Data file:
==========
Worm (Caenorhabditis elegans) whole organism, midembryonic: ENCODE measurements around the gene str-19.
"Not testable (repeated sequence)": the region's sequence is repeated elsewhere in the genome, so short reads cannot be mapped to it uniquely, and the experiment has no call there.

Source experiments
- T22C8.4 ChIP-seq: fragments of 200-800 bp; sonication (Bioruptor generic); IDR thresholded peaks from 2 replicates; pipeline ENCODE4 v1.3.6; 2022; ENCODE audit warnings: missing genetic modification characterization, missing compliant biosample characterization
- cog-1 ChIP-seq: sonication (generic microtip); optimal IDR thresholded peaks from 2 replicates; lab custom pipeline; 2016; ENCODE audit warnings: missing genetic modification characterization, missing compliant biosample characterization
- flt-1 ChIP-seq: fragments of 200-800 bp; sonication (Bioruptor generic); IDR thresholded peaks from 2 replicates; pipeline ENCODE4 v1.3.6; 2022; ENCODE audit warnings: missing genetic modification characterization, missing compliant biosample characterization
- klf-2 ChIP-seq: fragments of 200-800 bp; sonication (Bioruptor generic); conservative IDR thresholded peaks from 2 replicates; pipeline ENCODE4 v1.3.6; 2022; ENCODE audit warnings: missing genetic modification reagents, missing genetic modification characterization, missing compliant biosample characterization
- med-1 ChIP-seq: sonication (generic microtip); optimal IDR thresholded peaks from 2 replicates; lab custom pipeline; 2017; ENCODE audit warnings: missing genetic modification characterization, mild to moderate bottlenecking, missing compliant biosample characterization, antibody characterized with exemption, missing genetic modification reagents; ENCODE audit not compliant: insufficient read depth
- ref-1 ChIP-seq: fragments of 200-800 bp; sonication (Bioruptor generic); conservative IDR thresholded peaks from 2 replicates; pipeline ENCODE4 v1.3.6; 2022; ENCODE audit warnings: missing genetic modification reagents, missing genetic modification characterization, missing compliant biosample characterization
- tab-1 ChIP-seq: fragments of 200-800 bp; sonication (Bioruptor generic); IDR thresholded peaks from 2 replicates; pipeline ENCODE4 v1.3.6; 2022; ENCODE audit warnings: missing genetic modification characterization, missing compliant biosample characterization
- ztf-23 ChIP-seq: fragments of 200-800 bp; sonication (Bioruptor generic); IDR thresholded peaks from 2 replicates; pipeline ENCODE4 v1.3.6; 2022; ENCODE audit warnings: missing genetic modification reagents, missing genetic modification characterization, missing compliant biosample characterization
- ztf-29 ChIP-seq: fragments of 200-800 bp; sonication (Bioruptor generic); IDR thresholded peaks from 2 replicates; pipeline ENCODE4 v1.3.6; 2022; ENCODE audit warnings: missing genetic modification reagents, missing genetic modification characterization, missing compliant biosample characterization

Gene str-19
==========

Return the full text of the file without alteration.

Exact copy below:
Worm (Caenorhabditis elegans) whole organism, midembryonic: ENCODE measurements around the gene str-19.
"Not testable (repeated sequence)": the region's sequence is repeated elsewhere in the genome, so short reads cannot be mapped to it uniquely, and the experiment has no call there.

Source experiments
- T22C8.4 ChIP-seq: fragments of 200-800 bp; sonication (Bioruptor generic); IDR thresholded peaks from 2 replicates; pipeline ENCODE4 v1.3.6; 2022; ENCODE audit warnings: missing genetic modification characterization, missing compliant biosample characterization
- cog-1 ChIP-seq: sonication (generic microtip); optimal IDR thresholded peaks from 2 replicates; lab custom pipeline; 2016; ENCODE audit warnings: missing genetic modification characterization, missing compliant biosample characterization
- flt-1 ChIP-seq: fragments of 200-800 bp; sonication (Bioruptor generic); IDR thresholded peaks from 2 replicates; pipeline ENCODE4 v1.3.6; 2022; ENCODE audit warnings: missing genetic modification characterization, missing compliant biosample characterization
- klf-2 ChIP-seq: fragments of 200-800 bp; sonication (Bioruptor generic); conservative IDR thresholded peaks from 2 replicates; pipeline ENCODE4 v1.3.6; 2022; ENCODE audit warnings: missing genetic modification reagents, missing genetic modification characterization, missing compliant biosample characterization
- med-1 ChIP-seq: sonication (generic microtip); optimal IDR thresholded peaks from 2 replicates; lab custom pipeline; 2017; ENCODE audit warnings: missing genetic modification characterization, mild to moderate bottlenecking, missing compliant biosample characterization, antibody characterized with exemption, missing genetic modification reagents; ENCODE audit not compliant: insufficient read depth
- ref-1 ChIP-seq: fragments of 200-800 bp; sonication (Bioruptor generic); conservative IDR thresholded peaks from 2 replicates; pipeline ENCODE4 v1.3.6; 2022; ENCODE audit warnings: missing genetic modification reagents, missing genetic modification characterization, missing compliant biosample characterization
- tab-1 ChIP-seq: fragments of 200-800 bp; sonication (Bioruptor generic); IDR thresholded peaks from 2 replicates; pipeline ENCODE4 v1.3.6; 2022; ENCODE audit warnings: missing genetic modification characterization, missing compliant biosample characterization
- ztf-23 ChIP-seq: fragments of 200-800 bp; sonication (Bioruptor generic); IDR thresholded peaks from 2 replicates; pipeline ENCODE4 v1.3.6; 2022; ENCODE audit warnings: missing genetic modification reagents, missing genetic modification characterization, missing compliant biosample characterization
- ztf-29 ChIP-seq: fragments of 200-800 bp; sonication (Bioruptor generic); IDR thresholded peaks from 2 replicates; pipeline ENCODE4 v1.3.6; 2022; ENCODE audit warnings: missing genetic modification reagents, missing genetic modification characterization, missing compliant biosample characterization

Gene str-19